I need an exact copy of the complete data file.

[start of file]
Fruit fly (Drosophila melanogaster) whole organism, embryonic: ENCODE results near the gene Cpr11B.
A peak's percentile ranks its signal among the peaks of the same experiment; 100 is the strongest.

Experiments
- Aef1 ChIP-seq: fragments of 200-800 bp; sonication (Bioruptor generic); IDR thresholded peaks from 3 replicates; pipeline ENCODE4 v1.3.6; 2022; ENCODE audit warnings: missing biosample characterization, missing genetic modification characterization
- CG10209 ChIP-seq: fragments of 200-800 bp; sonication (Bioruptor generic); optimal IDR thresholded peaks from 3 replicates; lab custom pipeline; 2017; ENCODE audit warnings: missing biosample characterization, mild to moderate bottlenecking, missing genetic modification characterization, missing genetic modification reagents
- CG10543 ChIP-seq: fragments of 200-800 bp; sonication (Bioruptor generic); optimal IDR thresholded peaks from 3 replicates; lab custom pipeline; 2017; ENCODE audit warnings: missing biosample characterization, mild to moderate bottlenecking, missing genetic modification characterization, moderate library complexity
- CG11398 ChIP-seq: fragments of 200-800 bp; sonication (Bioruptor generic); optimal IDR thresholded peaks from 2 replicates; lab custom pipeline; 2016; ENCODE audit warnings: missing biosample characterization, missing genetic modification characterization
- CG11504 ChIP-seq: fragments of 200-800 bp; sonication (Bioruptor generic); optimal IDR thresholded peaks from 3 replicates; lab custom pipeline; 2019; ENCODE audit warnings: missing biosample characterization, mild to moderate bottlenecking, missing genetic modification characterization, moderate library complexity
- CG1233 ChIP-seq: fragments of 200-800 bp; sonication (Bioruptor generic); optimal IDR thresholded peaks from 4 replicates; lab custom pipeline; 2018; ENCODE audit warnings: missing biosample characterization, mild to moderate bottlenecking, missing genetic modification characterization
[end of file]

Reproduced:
Fruit fly (Drosophila melanogaster) whole organism, embryonic: ENCODE results near the gene Cpr11B.
A peak's percentile ranks its signal among the peaks of the same experiment; 100 is the strongest.

Experiments
- Aef1 ChIP-seq: fragments of 200-800 bp; sonication (Bioruptor generic); IDR thresholded peaks from 3 replicates; pipeline ENCODE4 v1.3.6; 2022; ENCODE audit warnings: missing biosample characterization, missing genetic modification characterization
- CG10209 ChIP-seq: fragments of 200-800 bp; sonication (Bioruptor generic); optimal IDR thresholded peaks from 3 replicates; lab custom pipeline; 2017; ENCODE audit warnings: missing biosample characterization, mild to moderate bottlenecking, missing genetic modification characterization, missing genetic modification reagents
- CG10543 ChIP-seq: fragments of 200-800 bp; sonication (Bioruptor generic); optimal IDR thresholded peaks from 3 replicates; lab custom pipeline; 2017; ENCODE audit warnings: missing biosample characterization, mild to moderate bottlenecking, missing genetic modification characterization, moderate library complexity
- CG11398 ChIP-seq: fragments of 200-800 bp; sonication (Bioruptor generic); optimal IDR thresholded peaks from 2 replicates; lab custom pipeline; 2016; ENCODE audit warnings: missing biosample characterization, missing genetic modification characterization
- CG11504 ChIP-seq: fragments of 200-800 bp; sonication (Bioruptor generic); optimal IDR thresholded peaks from 3 replicates; lab custom pipeline; 2019; ENCODE audit warnings: missing biosample characterization, mild to moderate bottlenecking, missing genetic modification characterization, moderate library complexity
- CG1233 ChIP-seq: fragments of 200-800 bp; sonication (Bioruptor generic); optimal IDR thresholded peaks from 4 replicates; lab custom pipeline; 2018; ENCODE audit warnings: missing biosample characterization, mild to moderate bottlenecking, missing genetic modification characterization